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E-M:/ Conners Creek Power Plant

Enviro-Mich message from Julie Metty <mucc@mucc.org>

This memo is intended to give some information, from an environmental
prospective, regarding Detroit Edison's (DE) proposal to reopen their
mothballed Detroit Conners Creek power plant. 

On March 31, DE filed a motion for limited waiver of the requirements of
competitive solicitation for generation capacity.  On April 14th, the
MPSC found that the public interest demanded that the waiver be granted
Commission determined that DE needs at least 417 MW of additional
capacity to meet its summer need, and the restart of Coners Creek is one
means of meeting that need. 

The motion for waiver is approved if DE currently has all necessary
permits to restart and operate the Conners Creek plant.  By April 24, DE
shall file a plan for meeting the capacity need of 417MW, including:
 Environmental and other permits required
 Schedule for restart (DE states in their testimony that is will take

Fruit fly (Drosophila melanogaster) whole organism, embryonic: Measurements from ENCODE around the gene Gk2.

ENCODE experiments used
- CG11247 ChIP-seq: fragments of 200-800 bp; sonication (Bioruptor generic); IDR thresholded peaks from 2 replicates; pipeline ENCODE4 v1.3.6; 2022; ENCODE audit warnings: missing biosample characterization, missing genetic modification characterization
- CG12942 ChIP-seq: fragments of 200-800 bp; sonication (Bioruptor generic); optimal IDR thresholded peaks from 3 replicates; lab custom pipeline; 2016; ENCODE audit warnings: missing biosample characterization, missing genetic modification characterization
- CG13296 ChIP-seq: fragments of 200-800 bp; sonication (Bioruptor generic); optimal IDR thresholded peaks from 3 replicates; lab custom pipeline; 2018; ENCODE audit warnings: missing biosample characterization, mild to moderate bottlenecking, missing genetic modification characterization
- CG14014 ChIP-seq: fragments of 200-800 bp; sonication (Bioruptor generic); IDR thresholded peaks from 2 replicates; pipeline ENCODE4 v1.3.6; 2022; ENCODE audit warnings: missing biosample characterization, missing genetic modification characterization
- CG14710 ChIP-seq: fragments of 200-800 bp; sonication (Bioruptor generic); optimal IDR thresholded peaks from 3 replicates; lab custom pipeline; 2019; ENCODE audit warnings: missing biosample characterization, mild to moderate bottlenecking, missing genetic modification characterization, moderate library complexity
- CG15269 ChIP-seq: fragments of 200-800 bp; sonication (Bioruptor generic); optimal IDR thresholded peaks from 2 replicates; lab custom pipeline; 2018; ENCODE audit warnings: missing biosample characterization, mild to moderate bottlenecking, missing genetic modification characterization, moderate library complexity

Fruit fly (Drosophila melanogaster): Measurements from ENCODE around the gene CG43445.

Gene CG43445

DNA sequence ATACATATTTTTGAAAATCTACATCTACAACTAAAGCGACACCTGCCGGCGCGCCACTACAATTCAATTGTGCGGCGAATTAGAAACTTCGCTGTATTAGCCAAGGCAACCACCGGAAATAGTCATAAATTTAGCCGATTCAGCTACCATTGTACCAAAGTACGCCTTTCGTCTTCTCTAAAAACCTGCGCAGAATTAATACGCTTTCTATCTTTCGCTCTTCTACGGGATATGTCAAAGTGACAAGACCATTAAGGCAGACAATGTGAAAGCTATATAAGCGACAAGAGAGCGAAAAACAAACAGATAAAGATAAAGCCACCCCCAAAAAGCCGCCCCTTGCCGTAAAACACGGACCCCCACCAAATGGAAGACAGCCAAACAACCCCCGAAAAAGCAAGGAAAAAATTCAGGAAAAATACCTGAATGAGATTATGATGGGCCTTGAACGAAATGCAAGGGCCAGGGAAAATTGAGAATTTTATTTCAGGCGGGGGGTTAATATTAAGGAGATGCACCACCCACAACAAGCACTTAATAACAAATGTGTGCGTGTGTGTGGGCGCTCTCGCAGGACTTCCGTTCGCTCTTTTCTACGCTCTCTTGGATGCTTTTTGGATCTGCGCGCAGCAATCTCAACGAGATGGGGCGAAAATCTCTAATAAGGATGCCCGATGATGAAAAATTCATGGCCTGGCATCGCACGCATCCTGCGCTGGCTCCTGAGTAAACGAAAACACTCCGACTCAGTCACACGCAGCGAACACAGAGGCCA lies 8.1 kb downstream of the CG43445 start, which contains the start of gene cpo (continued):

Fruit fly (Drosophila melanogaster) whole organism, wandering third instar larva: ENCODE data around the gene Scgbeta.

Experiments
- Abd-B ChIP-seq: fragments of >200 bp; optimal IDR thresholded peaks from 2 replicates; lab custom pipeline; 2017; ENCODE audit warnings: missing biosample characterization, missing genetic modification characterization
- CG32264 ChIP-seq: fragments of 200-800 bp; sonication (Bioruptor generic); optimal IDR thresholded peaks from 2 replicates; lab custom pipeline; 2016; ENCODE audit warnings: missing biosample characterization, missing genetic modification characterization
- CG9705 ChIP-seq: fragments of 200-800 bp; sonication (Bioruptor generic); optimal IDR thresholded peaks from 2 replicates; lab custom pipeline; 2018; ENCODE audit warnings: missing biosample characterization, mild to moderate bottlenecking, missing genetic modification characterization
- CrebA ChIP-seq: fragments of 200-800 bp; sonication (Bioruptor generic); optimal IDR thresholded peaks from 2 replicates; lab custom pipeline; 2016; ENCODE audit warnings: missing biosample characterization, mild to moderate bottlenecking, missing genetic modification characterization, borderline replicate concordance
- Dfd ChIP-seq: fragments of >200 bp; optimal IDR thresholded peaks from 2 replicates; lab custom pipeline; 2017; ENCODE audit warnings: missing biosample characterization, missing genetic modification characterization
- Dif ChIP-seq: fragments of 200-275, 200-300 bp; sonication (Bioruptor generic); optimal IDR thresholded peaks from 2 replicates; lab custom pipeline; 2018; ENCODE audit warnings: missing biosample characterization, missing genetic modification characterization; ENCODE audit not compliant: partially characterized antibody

two years to restart Conners Creek)
 Process to be followed
 Associated costs
 Length of operator training to ensure plant is operated safely

As far as the environmental permits go, the plant was built in 1951 and
therefore is part of the exempt fleet of power plants that do not have
to comply with new source performance standards under the Clean Air
Act.  I spoke with Lynn Fiedler, DEQ Air Quality Division, who said
because of this grandfathering neither DEQ nor Wayne County have any
information on the plants performance, emissions, or controls and,
therefore, she could not answer any of my questions on what type of
regulations they will apply.  Basically, DEQ needs more information from
the plant before they know what action to take, what regulations apply,
and what permits DE will have to get.  DEQ has tried to contact DE with
no success, which is surprising since DE needs to include environmental
permitting information in their April 24 plan to the Cmmission.   
>From an environmental perspective, we should oppose this waiver because
this situation is a result of improper planning by DE which has caused
the Commission to make a quick decision that will result in excessive
costs for consumers and the environment.  Besides, the answer to meeting
DE's need for additional capacity is not opening old power plants. 
There are many more cost effective ways to meet this need, like demand
side management (the energy efficiency and load management program that
was zeroed out by DE with the permission of the MPSC in 1996, even
though it was proven to offer valuable benefits for consumer, the
economy, and the environment at a very low cost). 

Anyone have any additional info?

Julie Metty
MUCC Resource Policy Specialist

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